It's Christmas time and there's a sense of anticipation about the festive weekend ahead.
Relatives, many separated by geography for the rest of the year, will come together (weather permitting) as we remember the importance of family.
But amidst the excited faces of the children and the happy embraces of aunts or grandmothers, it is also a time for reflection.
It's been another tough year when many have found it hard to make ends meet. The harsh reality is that some people will have lost their jobs, while others will go into 2011 with trepidation about what the future holds for them.
Of course we won't be thinking of that over Christmas. It's a time to enjoy. But amid the parties, the eating and the shopping, what we mustn't forget is its true meaning and the message that lies behind church services being held across the area.
Perhaps the economic crisis has reminded us that life should not be all about status and the pursuit of materialism. It should also be about what we can offer others. What was it somebody said about it being better to give than receive?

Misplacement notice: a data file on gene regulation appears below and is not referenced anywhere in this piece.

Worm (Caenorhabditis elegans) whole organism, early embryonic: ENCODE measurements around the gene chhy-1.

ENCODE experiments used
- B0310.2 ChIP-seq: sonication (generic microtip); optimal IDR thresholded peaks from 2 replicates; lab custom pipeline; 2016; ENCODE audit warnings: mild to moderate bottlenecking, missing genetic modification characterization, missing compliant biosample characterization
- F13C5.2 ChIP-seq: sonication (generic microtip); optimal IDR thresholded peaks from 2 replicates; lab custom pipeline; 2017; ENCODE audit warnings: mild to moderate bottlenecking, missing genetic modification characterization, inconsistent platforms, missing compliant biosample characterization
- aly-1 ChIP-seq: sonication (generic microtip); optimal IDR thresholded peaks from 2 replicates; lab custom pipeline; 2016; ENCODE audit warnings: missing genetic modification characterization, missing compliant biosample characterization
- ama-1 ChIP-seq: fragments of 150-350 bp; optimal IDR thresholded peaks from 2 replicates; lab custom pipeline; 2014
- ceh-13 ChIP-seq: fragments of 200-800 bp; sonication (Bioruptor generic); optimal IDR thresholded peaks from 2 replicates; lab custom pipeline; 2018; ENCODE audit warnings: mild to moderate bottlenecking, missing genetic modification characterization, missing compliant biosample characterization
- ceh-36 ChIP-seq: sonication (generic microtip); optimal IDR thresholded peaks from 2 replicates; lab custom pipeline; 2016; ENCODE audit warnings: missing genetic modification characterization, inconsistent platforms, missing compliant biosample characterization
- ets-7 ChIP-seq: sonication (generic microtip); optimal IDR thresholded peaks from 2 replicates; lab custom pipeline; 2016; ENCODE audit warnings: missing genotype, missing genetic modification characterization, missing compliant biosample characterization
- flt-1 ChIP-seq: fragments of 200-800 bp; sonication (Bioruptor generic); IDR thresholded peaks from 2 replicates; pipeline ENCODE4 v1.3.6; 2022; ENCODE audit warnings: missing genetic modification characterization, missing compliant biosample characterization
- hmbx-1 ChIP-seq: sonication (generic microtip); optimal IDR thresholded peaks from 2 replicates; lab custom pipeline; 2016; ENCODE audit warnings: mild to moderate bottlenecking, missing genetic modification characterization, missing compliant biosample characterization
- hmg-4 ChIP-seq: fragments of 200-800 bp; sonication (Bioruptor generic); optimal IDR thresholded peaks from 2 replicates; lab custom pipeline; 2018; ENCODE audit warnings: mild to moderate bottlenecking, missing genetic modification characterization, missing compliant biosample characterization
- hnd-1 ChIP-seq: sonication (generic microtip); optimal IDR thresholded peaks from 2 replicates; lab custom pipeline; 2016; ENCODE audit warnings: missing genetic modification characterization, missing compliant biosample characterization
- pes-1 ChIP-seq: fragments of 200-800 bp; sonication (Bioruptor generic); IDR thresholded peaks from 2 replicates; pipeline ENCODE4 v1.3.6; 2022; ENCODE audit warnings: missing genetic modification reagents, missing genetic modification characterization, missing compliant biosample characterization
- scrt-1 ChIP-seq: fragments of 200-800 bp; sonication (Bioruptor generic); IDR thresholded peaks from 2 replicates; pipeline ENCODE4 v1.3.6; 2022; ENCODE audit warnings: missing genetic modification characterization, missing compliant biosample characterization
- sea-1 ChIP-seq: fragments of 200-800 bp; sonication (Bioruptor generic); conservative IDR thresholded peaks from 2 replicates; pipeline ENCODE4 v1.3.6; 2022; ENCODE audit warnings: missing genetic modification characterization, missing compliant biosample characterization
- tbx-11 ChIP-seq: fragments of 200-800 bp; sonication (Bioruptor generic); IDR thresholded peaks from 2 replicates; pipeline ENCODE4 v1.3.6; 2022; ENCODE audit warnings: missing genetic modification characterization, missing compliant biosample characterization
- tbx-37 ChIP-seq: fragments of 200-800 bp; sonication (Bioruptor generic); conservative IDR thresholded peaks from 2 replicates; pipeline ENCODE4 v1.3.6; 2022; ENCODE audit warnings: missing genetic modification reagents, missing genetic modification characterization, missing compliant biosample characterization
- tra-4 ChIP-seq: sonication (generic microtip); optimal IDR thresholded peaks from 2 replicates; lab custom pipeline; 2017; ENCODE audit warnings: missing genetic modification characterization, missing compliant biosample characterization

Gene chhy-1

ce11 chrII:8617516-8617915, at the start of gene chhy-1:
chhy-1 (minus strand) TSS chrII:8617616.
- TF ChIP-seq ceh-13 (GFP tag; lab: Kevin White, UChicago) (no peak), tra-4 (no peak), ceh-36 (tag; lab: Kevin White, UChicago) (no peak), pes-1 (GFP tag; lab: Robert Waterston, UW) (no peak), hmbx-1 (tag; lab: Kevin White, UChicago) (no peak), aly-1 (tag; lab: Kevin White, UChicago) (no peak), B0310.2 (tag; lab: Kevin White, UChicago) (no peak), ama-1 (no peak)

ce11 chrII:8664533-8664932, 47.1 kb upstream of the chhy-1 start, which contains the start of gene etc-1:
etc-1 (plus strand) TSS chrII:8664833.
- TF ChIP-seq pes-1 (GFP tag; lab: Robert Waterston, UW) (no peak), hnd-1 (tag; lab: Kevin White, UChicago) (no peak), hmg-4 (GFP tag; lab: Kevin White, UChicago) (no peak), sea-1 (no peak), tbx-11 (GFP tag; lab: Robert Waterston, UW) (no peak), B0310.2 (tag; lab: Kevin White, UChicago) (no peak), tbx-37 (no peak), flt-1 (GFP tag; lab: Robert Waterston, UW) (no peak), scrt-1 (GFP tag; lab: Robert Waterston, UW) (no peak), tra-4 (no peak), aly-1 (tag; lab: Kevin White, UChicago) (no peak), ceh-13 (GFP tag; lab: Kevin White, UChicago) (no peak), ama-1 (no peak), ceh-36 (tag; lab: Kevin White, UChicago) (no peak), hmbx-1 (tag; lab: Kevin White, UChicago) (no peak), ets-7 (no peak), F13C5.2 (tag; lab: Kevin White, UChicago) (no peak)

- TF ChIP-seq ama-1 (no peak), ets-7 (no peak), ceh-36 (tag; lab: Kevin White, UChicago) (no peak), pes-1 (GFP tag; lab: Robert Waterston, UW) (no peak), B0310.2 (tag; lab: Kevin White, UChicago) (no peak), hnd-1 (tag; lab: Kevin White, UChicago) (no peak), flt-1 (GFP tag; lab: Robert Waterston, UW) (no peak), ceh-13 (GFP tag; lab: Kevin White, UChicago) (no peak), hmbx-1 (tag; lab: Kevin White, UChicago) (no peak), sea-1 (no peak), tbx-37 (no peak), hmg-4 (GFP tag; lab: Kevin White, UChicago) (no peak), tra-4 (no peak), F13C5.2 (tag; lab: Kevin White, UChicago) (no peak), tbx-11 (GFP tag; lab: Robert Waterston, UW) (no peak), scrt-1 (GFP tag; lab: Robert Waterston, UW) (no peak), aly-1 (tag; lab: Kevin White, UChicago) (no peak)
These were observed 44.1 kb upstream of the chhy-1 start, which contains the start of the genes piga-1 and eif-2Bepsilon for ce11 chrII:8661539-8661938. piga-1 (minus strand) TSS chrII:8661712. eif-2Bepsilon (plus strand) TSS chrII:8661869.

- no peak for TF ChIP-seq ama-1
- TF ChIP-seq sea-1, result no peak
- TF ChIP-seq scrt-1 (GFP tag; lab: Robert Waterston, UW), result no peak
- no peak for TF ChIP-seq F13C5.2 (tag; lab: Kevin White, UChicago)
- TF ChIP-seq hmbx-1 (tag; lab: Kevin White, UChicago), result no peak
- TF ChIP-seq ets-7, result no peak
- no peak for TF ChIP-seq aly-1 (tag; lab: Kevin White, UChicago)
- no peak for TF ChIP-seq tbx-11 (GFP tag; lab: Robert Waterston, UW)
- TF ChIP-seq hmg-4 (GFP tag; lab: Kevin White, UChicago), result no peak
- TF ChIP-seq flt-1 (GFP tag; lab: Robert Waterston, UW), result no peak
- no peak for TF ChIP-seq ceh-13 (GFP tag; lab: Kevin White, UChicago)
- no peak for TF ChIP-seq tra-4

In today's News, there are two perfect examples of the sort of generosity of spirit that should inspire us all to think more about other people.
We report on page five how our Christmas toy appeal has resulted in hundreds of games and gifts being donated to provide presents for children whose parents might not be able to afford to put much under the tree themselves.
It is truly heartwarming to see such kindness and all those who gave us toys can have the satisfaction of knowing they will have made somebody's Christmas.
We also tell on page 40 how 77-year-old Ernie Worboys has been busy clearing paths of snow and ice for fellow residents of a Cosham road – despite suffering injuries in a fall four years ago that were so severe he has had to learn how to walk again.
No wonder his proud granddaughter, Amber Watkinson, calls him 'Super Gramps' for selflessly helping others during the icy weather.
Happy Christmas Ernie – and happy Christmas to all of you.